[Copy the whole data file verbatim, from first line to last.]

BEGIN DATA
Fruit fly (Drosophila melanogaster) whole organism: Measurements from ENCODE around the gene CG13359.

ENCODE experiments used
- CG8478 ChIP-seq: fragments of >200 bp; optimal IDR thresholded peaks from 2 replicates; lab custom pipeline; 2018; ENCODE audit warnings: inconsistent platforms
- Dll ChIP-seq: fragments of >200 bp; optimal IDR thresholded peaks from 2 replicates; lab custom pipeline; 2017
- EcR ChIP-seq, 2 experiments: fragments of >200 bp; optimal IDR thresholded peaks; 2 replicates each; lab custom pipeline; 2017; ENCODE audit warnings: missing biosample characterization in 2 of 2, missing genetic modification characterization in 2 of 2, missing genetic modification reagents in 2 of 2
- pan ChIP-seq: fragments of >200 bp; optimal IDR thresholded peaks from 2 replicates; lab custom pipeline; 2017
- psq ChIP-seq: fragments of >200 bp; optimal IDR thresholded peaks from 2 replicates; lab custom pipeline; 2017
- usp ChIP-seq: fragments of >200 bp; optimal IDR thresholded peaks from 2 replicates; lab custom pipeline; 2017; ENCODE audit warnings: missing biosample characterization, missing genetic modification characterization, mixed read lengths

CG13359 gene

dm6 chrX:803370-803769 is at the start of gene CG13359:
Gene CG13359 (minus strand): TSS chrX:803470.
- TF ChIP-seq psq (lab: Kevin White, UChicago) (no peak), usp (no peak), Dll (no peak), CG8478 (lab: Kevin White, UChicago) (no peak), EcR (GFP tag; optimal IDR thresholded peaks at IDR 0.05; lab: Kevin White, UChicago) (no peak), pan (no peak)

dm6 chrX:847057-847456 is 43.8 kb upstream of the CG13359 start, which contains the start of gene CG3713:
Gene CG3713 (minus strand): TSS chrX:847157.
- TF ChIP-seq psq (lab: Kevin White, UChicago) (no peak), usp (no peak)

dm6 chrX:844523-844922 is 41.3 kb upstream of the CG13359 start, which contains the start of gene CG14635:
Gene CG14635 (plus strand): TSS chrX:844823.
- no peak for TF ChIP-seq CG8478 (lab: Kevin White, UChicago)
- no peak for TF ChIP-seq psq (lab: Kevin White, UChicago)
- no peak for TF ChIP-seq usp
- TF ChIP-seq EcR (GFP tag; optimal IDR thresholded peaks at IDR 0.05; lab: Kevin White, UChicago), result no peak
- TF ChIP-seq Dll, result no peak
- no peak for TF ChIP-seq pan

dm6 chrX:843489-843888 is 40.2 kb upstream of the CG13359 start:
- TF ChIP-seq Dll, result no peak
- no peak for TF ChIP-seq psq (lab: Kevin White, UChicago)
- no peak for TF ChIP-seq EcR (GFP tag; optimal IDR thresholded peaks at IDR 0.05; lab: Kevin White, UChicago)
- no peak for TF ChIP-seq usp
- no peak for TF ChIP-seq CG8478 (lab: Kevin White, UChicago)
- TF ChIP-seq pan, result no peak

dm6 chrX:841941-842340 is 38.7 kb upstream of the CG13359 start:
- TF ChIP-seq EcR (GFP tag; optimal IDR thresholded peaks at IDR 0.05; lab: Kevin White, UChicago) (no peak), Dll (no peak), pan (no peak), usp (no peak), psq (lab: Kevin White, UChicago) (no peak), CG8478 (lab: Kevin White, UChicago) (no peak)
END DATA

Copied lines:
Fruit fly (Drosophila melanogaster) whole organism: Measurements from ENCODE around the gene CG13359.

ENCODE experiments used
- CG8478 ChIP-seq: fragments of >200 bp; optimal IDR thresholded peaks from 2 replicates; lab custom pipeline; 2018; ENCODE audit warnings: inconsistent platforms
- Dll ChIP-seq: fragments of >200 bp; optimal IDR thresholded peaks from 2 replicates; lab custom pipeline; 2017
- EcR ChIP-seq, 2 experiments: fragments of >200 bp; optimal IDR thresholded peaks; 2 replicates each; lab custom pipeline; 2017; ENCODE audit warnings: missing biosample characterization in 2 of 2, missing genetic modification characterization in 2 of 2, missing genetic modification reagents in 2 of 2
- pan ChIP-seq: fragments of >200 bp; optimal IDR thresholded peaks from 2 replicates; lab custom pipeline; 2017
- psq ChIP-seq: fragments of >200 bp; optimal IDR thresholded peaks from 2 replicates; lab custom pipeline; 2017
- usp ChIP-seq: fragments of >200 bp; optimal IDR thresholded peaks from 2 replicates; lab custom pipeline; 2017; ENCODE audit warnings: missing biosample characterization, missing genetic modification characterization, mixed read lengths

CG13359 gene

dm6 chrX:803370-803769 is at the start of gene CG13359:
Gene CG13359 (minus strand): TSS chrX:803470.
- TF ChIP-seq psq (lab: Kevin White, UChicago) (no peak), usp (no peak), Dll (no peak), CG8478 (lab: Kevin White, UChicago) (no peak), EcR (GFP tag; optimal IDR thresholded peaks at IDR 0.05; lab: Kevin White, UChicago) (no peak), pan (no peak)

dm6 chrX:847057-847456 is 43.8 kb upstream of the CG13359 start, which contains the start of gene CG3713:
Gene CG3713 (minus strand): TSS chrX:847157.
- TF ChIP-seq psq (lab: Kevin White, UChicago) (no peak), usp (no peak)

dm6 chrX:844523-844922 is 41.3 kb upstream of the CG13359 start, which contains the start of gene CG14635:
Gene CG14635 (plus strand): TSS chrX:844823.
- no peak for TF ChIP-seq CG8478 (lab: Kevin White, UChicago)
- no peak for TF ChIP-seq psq (lab: Kevin White, UChicago)
- no peak for TF ChIP-seq usp
- TF ChIP-seq EcR (GFP tag; optimal IDR thresholded peaks at IDR 0.05; lab: Kevin White, UChicago), result no peak
- TF ChIP-seq Dll, result no peak
- no peak for TF ChIP-seq pan

dm6 chrX:843489-843888 is 40.2 kb upstream of the CG13359 start:
- TF ChIP-seq Dll, result no peak
- no peak for TF ChIP-seq psq (lab: Kevin White, UChicago)
- no peak for TF ChIP-seq EcR (GFP tag; optimal IDR thresholded peaks at IDR 0.05; lab: Kevin White, UChicago)
- no peak for TF ChIP-seq usp
- no peak for TF ChIP-seq CG8478 (lab: Kevin White, UChicago)
- TF ChIP-seq pan, result no peak

dm6 chrX:841941-842340 is 38.7 kb upstream of the CG13359 start:
- TF ChIP-seq EcR (GFP tag; optimal IDR thresholded peaks at IDR 0.05; lab: Kevin White, UChicago) (no peak), Dll (no peak), pan (no peak), usp (no peak), psq (lab: Kevin White, UChicago) (no peak), CG8478 (lab: Kevin White, UChicago) (no peak)